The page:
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The ADB’s Story

The ADB’s Story

Melanie Nolan
Christine Fernon
Copyright Date: 2013
Published by: ANU Press
https://www.jstor.org/stable/j.ctt5hgxv9
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  • Book Info
    The ADB’s Story
    Book Description:

    ‘The Australian Dictionary of Biography captures the life and times and culture of this country in an absolutely distinctive and irreplaceable way. It is the indispensable record of who we are, and of the characters who have made us what we are. I could not be prouder of ANU’s continuing role as custodian of this crucial part of our national legacy.’ Professor the Hon. Gareth Evans AC QC, Chancellor, The Australian National University ‘A mature nation needs a literary pantheon of inspiring and instructive life histories, a gallery of all the possibilities of being Australian. The Australian Dictionary of Biography responds to that vital need in our culture. It is a stunning collaborative achievement and I feel so proud that we have such an activity here in Australia—to a great extent it describes and defines Australia.’ Professor Fiona Stanley AC, Australian of the Year, 2003 ‘The Australian Dictionary of Biography is our greatest collective research project in the humanities and a national triumph. We have much to learn from it. The project is continuing to change as we mature nationally, with deeper understanding about the impacts of gender, race, environment, religion, education, language, culture, politics, region and war on what we are and what we may become.’The Hon. Dr Barry Jones AO ‘Australia is very fortunate to have a national biographical dictionary that is democratic as well as distinguished, one that represents the rich variety of Australian culture. The Australian Dictionary of Biography gathers together the stories of people from all walks of life, from the outback to the city and from the bush to the parliament. It is a monument of scholarship—and it is for everyone.’Dr Dawn Casey PSM ‘Few things are more illuminating than taking a random stroll through a volume of the Australian Dictionary of Biography—new insights into our greatest men and women, chance encounters with people whose exploits are all too often unpardonably overlooked. I first read the ADB with my mother, Coral Lansbury, who wrote four entries. One of her mentors, Bede Nairn, was a prodigious contributor. The Australian story is a story of Australians, no better told than in the ADB.’ The Hon. Malcolm Turnbull MP ‘I find it difficult to bring to mind more than a handful of comparable enterprises in the fields of biography, history, philology or the social sciences more broadly—anywhere in the world. The status and appeal of the Australian Dictionary of Biography do not lie only in its scale and size. They reside also in the meticulous research, the erudition and scholarship, and the sweat and possibly tears involved in the editorial and publishing process. Its constituent dramatis personae are an eclectic mix of the noble and the notorious, the famous and the largely unsung. The underlying theme of the mosaic is quite clear: nothing less than the making and remaking of Australia.’ Her Excellency Ms Penelope Wensley AC, Governor of Queensland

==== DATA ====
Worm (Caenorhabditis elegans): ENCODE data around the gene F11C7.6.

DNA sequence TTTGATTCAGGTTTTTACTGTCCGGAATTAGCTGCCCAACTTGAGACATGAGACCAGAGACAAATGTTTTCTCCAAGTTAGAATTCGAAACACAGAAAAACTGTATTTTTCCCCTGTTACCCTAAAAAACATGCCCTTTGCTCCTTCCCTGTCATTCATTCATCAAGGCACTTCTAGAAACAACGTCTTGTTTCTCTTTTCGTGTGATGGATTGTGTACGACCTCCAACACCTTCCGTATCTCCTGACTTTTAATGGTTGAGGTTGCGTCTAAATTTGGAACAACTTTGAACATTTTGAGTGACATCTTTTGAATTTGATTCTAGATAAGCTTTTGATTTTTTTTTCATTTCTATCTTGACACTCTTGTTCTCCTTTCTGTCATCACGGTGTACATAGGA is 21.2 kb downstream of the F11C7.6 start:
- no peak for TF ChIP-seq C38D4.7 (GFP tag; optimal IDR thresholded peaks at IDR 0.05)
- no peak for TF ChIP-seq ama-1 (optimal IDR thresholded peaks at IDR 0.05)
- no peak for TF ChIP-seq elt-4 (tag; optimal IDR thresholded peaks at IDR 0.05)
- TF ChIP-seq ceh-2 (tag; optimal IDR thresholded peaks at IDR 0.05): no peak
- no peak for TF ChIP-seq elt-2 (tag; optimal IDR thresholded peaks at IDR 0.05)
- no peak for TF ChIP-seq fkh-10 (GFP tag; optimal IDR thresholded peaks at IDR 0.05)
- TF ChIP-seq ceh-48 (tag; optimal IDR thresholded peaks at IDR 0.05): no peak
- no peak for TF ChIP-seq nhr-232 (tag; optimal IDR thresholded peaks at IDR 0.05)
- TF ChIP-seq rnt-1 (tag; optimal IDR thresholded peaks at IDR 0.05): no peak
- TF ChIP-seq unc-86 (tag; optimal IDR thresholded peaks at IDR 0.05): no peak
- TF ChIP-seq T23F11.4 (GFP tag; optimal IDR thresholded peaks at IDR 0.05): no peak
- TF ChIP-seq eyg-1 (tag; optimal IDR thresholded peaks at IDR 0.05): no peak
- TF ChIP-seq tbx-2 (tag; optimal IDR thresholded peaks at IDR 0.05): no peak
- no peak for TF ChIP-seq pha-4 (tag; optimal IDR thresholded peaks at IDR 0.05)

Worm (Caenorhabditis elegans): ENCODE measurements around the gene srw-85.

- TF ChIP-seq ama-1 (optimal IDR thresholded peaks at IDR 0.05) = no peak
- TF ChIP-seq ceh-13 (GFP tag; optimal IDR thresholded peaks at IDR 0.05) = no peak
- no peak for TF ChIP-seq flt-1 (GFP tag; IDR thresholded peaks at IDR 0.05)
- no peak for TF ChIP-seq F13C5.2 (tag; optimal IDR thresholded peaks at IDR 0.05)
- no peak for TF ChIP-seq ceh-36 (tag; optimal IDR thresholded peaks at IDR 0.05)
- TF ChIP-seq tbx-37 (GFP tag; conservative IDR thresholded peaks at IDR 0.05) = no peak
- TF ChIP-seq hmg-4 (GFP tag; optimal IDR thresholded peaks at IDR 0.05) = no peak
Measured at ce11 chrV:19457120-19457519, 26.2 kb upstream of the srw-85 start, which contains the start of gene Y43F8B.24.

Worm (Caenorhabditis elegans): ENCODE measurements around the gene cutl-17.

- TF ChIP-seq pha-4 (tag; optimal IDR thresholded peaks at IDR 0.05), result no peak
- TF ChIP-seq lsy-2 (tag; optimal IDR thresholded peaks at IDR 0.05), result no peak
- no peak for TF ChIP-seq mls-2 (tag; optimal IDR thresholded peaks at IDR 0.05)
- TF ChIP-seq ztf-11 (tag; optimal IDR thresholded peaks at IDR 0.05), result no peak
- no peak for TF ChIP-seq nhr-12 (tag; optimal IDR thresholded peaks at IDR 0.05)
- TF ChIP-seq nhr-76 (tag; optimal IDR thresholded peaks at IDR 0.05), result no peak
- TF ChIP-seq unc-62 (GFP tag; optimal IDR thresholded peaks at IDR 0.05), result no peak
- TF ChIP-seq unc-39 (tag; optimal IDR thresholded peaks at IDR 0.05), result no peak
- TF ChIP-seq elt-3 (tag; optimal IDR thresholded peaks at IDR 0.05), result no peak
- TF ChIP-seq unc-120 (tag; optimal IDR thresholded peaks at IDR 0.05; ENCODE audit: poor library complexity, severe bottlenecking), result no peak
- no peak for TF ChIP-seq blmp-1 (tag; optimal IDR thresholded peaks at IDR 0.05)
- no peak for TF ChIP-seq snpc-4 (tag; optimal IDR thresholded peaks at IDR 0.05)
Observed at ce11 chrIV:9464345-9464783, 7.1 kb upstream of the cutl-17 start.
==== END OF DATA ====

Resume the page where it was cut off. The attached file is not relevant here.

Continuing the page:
eISBN: 978-1-925021-20-2
    Subjects: History

Table of Contents

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  1. Front Matter
    (pp. i-iv)
  2. Table of Contents
    (pp. v-viii)
  3. A Dictionary of Public Figures
    (pp. ix-x)
    Geoff Page
  4. Foreword
    (pp. xi-xii)
    Tom Griffiths

    When an organisation begins to imagine the next phase of its future, it generally composes a strategic plan. TheAustralian Dictionary of Biography(ADB), however, writes a history—and one spiced with biographical portraits. Of course, theADBhas done the strategic plans too—more than should have been demanded of such an unimpeachable and impressive national enterprise. But the reality of daily life in theADBis that, even after 50 years, it continually has to fight for its future, especially against those within its own university who are driven by corporate competition rather than national collaboration.The ADBʹs...

  5. Obligations and Debts in Writing the ADBʹs Story
    (pp. 1-4)
    Melanie Nolan and Christine Fernon

    At the beginning of 2009 we decided to write an account of theAustralian Dictionary of Biography(ADB). Melanie Nolan took up her position as general editor of theADBin June 2008. While she had been involved in theDictionary of New Zealand Biographyas a working party member and author, she was the first general editor of theADBnot to have had experience with the institution. She was, moreover, heading a unit in a state of change: many staff were retiring and there was a pressing need to develop the online version of theADBfurther. Nolan...